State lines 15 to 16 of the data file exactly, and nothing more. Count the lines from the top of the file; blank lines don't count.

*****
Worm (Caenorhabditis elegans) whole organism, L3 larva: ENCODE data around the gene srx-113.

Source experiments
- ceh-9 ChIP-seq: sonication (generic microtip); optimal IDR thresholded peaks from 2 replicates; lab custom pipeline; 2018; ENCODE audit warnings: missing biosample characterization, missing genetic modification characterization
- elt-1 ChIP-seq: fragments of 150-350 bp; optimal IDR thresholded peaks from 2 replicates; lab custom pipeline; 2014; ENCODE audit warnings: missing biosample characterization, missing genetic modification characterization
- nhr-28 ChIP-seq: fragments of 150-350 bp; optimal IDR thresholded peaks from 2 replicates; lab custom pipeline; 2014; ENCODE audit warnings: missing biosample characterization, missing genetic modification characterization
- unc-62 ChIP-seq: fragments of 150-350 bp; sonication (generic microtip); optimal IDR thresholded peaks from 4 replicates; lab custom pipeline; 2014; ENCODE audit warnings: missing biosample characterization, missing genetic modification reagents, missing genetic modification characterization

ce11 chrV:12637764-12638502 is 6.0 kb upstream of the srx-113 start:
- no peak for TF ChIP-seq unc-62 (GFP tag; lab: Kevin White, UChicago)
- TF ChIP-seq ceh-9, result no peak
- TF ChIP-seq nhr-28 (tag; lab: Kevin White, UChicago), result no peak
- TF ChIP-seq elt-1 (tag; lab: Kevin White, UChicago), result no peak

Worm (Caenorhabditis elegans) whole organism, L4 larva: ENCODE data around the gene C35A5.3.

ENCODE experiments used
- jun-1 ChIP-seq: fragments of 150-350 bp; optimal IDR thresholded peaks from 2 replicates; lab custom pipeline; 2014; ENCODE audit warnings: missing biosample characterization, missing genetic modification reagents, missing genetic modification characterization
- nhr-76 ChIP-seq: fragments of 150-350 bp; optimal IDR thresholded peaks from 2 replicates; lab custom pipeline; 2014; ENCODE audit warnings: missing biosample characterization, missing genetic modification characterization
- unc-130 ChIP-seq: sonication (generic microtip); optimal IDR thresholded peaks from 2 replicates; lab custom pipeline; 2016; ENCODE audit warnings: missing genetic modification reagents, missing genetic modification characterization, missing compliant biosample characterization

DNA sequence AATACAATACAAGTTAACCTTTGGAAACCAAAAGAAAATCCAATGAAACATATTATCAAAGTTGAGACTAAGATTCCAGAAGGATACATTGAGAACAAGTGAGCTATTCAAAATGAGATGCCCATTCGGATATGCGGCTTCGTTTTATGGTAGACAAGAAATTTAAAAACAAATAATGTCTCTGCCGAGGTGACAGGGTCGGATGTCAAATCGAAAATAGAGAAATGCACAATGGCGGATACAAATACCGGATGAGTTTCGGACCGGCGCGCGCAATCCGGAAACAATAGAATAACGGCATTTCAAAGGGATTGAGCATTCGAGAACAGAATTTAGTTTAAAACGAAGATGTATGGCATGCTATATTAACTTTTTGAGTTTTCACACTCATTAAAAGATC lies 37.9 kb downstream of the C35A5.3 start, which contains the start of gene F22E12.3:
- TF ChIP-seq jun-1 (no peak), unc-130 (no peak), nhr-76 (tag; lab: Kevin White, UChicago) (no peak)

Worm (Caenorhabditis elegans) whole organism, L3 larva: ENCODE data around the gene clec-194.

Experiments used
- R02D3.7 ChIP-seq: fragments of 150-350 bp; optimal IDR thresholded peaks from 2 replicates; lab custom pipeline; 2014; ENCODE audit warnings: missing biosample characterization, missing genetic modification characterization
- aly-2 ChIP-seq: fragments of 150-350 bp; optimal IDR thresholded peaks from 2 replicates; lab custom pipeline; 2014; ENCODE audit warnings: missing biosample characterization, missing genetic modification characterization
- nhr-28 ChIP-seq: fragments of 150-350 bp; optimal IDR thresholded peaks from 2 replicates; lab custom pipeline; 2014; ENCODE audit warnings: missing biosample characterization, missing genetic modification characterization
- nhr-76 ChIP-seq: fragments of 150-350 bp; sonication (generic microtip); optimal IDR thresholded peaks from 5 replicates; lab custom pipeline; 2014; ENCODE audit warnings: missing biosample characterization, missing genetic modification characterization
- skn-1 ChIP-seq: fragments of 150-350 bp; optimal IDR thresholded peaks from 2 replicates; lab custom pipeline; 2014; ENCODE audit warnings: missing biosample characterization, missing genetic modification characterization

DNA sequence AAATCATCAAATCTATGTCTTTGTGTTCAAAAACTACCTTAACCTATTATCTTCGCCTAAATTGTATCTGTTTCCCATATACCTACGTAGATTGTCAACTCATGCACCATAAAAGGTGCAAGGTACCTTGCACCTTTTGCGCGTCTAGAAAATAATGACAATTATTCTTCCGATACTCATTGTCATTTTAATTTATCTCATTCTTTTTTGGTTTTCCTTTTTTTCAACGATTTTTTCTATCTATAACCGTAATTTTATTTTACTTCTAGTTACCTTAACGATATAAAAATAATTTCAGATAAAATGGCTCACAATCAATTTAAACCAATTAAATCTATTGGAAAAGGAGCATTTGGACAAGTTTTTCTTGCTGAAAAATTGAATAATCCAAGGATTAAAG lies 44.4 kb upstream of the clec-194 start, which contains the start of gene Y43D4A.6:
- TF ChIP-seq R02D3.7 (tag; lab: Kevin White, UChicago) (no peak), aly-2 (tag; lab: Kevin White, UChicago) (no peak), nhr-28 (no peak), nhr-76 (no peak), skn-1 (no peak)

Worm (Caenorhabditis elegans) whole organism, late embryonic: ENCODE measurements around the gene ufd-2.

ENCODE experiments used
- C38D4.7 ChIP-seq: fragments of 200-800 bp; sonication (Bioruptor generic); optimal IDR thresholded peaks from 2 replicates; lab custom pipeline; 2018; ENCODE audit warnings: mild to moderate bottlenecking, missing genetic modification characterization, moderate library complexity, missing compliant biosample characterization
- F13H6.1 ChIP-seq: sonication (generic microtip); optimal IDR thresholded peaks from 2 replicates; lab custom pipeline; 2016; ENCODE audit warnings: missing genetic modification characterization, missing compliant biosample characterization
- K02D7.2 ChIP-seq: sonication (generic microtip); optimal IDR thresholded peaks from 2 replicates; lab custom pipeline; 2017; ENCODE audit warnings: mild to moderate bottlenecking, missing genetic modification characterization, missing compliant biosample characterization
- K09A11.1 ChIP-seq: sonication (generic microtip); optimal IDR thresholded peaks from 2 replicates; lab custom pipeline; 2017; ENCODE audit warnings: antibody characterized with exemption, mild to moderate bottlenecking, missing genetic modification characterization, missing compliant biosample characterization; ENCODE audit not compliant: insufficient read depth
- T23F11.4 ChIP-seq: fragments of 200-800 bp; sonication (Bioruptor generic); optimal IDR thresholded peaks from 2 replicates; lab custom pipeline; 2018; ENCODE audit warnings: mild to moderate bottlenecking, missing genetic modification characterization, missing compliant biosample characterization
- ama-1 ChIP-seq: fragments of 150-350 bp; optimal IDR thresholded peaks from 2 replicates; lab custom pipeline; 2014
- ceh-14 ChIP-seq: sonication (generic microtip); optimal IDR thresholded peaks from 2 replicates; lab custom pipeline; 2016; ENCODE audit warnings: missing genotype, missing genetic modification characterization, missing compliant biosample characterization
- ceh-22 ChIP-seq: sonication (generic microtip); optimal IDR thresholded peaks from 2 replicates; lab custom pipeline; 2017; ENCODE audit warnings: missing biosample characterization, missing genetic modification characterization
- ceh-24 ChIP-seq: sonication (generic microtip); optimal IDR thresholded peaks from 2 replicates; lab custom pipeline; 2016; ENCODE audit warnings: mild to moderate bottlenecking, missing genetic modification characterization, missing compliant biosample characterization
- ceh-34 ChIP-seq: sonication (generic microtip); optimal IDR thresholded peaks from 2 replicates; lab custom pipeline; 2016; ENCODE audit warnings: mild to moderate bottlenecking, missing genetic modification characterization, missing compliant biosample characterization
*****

- nhr-76 ChIP-seq: fragments of 150-350 bp; optimal IDR thresholded peaks from 2 replicates; lab custom pipeline; 2014; ENCODE audit warnings: missing biosample characterization, missing genetic modification characterization
- unc-130 ChIP-seq: sonication (generic microtip); optimal IDR thresholded peaks from 2 replicates; lab custom pipeline; 2016; ENCODE audit warnings: missing genetic modification reagents, missing genetic modification characterization, missing compliant biosample characterization